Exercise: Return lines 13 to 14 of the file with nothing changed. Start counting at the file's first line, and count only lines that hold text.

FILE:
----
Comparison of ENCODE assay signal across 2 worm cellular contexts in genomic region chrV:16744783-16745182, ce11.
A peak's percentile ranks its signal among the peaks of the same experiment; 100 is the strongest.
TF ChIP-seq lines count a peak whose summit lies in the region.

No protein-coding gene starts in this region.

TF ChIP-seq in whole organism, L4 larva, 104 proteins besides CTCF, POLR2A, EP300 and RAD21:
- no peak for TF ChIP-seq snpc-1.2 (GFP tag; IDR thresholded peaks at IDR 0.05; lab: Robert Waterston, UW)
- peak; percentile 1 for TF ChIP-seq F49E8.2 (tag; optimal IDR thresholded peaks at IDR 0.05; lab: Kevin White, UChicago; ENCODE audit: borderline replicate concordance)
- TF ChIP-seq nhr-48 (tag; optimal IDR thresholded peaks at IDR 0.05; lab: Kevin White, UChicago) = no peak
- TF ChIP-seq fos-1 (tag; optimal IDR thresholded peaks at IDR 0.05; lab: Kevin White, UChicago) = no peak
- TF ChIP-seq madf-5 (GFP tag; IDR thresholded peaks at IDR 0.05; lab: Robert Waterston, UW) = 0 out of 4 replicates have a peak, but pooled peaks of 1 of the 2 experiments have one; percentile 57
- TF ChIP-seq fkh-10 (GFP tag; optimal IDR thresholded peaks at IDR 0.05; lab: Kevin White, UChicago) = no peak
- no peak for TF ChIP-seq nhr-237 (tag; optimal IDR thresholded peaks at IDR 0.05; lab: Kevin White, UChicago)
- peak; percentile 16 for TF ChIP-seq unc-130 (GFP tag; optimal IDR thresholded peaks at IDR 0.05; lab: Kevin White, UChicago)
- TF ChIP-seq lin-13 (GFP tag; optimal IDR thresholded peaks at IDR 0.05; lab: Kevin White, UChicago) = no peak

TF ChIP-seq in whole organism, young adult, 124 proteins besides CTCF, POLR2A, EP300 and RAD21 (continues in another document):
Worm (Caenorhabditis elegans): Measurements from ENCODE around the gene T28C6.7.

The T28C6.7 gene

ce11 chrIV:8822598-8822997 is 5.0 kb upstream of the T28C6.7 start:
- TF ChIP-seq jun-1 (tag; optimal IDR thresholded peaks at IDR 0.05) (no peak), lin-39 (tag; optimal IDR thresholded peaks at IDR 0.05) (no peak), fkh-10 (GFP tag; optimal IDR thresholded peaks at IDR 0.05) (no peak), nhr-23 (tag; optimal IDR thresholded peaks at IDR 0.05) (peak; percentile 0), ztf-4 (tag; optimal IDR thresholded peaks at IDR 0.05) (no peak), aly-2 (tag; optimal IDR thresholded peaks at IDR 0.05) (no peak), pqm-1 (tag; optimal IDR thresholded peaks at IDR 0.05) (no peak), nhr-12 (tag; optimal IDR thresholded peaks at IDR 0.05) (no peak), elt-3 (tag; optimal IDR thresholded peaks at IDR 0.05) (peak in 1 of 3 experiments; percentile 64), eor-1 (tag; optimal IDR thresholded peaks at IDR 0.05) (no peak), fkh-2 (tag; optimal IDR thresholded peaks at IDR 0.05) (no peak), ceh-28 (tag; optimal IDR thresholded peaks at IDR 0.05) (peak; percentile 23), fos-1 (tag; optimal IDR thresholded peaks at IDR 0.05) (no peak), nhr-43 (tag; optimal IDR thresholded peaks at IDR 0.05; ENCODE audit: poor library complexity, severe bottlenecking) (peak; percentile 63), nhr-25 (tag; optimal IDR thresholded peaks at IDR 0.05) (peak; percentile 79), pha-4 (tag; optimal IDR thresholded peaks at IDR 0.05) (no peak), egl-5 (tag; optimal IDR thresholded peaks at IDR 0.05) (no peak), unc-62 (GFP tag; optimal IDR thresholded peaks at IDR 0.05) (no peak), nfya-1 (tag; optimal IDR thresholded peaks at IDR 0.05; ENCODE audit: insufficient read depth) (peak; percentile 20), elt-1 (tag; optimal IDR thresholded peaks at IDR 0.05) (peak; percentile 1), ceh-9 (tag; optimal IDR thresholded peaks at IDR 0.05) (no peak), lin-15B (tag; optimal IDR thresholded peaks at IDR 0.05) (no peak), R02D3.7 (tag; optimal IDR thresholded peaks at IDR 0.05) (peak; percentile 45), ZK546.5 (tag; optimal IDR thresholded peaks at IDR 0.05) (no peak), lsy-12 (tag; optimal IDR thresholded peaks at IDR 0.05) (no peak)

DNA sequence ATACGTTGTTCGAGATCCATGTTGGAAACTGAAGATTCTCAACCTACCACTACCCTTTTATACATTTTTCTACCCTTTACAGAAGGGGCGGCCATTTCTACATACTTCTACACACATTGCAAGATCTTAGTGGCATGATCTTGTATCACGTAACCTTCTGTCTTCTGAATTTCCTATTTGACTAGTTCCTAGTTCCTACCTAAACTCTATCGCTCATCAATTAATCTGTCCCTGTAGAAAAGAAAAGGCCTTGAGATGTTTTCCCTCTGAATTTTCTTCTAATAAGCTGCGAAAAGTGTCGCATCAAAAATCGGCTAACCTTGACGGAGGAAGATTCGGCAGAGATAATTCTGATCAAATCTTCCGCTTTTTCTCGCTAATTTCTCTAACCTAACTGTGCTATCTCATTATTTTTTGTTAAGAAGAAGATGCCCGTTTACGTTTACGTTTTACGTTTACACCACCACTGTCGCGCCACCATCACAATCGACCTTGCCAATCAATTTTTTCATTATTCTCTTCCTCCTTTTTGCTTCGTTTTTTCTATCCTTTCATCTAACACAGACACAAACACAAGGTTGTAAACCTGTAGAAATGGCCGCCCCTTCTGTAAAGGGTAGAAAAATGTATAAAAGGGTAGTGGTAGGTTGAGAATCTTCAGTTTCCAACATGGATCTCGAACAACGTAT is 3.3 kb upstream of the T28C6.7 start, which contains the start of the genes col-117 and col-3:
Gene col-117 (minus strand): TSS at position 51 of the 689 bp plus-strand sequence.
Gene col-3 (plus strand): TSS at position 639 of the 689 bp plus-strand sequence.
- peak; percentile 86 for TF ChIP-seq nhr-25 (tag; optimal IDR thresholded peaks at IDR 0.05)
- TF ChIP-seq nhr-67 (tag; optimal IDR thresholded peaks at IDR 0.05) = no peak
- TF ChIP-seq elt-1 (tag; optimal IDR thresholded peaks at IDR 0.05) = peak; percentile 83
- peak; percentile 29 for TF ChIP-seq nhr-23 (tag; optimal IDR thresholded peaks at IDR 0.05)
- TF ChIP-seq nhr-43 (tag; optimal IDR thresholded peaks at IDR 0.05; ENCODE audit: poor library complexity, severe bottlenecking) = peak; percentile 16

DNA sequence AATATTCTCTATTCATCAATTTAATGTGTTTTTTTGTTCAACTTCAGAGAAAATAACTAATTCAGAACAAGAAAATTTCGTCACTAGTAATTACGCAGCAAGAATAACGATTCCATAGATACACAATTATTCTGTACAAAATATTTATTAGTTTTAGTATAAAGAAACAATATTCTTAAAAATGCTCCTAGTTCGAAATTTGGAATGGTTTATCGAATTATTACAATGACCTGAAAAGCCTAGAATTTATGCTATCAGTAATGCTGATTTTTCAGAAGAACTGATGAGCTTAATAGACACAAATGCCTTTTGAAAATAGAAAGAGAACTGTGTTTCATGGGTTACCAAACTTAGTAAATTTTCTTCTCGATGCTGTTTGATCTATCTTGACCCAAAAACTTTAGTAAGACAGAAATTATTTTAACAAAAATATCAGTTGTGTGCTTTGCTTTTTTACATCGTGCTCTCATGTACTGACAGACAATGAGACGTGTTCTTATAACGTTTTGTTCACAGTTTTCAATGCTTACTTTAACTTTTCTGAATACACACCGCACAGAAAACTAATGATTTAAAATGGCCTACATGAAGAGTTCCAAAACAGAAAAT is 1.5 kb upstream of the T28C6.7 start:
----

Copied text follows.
- peak; percentile 16 for TF ChIP-seq unc-130 (GFP tag; optimal IDR thresholded peaks at IDR 0.05; lab: Kevin White, UChicago)
- TF ChIP-seq lin-13 (GFP tag; optimal IDR thresholded peaks at IDR 0.05; lab: Kevin White, UChicago) = no peak